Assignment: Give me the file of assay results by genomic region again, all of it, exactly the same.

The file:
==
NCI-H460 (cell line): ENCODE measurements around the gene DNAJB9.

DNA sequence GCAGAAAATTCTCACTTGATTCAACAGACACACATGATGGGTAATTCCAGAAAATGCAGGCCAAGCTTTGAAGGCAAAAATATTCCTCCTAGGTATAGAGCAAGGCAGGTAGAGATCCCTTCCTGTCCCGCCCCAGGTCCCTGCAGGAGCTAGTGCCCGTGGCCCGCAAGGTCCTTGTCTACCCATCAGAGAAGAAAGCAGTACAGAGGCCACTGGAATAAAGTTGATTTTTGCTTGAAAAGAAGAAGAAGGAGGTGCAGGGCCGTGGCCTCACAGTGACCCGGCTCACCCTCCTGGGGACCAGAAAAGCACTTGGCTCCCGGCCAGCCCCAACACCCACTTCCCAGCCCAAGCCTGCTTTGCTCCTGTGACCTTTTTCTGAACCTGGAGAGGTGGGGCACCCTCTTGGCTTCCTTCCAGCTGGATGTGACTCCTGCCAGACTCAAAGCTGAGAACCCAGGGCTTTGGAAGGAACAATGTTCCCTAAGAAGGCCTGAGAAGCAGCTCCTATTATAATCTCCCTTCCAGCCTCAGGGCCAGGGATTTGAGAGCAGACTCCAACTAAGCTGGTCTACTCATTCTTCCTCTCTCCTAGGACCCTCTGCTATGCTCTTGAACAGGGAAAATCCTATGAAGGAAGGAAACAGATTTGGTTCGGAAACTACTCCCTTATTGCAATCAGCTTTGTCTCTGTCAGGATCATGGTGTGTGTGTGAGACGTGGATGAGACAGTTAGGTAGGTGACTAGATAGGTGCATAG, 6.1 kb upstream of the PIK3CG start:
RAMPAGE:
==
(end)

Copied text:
NCI-H460 (cell line): ENCODE measurements around the gene DNAJB9.

DNA sequence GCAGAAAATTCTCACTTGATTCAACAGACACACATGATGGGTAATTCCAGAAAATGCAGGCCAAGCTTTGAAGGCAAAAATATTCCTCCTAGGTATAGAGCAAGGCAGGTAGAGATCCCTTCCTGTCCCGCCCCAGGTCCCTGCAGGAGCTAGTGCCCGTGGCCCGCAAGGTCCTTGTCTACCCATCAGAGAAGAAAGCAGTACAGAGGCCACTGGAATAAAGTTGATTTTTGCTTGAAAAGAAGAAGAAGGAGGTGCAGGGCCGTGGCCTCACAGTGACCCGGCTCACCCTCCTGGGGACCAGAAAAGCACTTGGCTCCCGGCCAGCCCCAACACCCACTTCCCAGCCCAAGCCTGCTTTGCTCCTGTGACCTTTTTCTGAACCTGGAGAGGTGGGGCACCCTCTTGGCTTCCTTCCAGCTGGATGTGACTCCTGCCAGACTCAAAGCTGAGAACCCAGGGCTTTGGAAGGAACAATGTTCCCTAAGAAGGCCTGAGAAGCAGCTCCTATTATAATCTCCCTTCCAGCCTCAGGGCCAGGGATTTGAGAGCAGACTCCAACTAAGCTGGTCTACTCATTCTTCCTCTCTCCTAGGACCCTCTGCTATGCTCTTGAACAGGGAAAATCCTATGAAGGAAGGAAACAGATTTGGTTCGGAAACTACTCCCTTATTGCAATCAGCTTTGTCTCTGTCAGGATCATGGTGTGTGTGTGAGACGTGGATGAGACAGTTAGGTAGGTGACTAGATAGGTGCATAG, 6.1 kb upstream of the PIK3CG start:
RAMPAGE: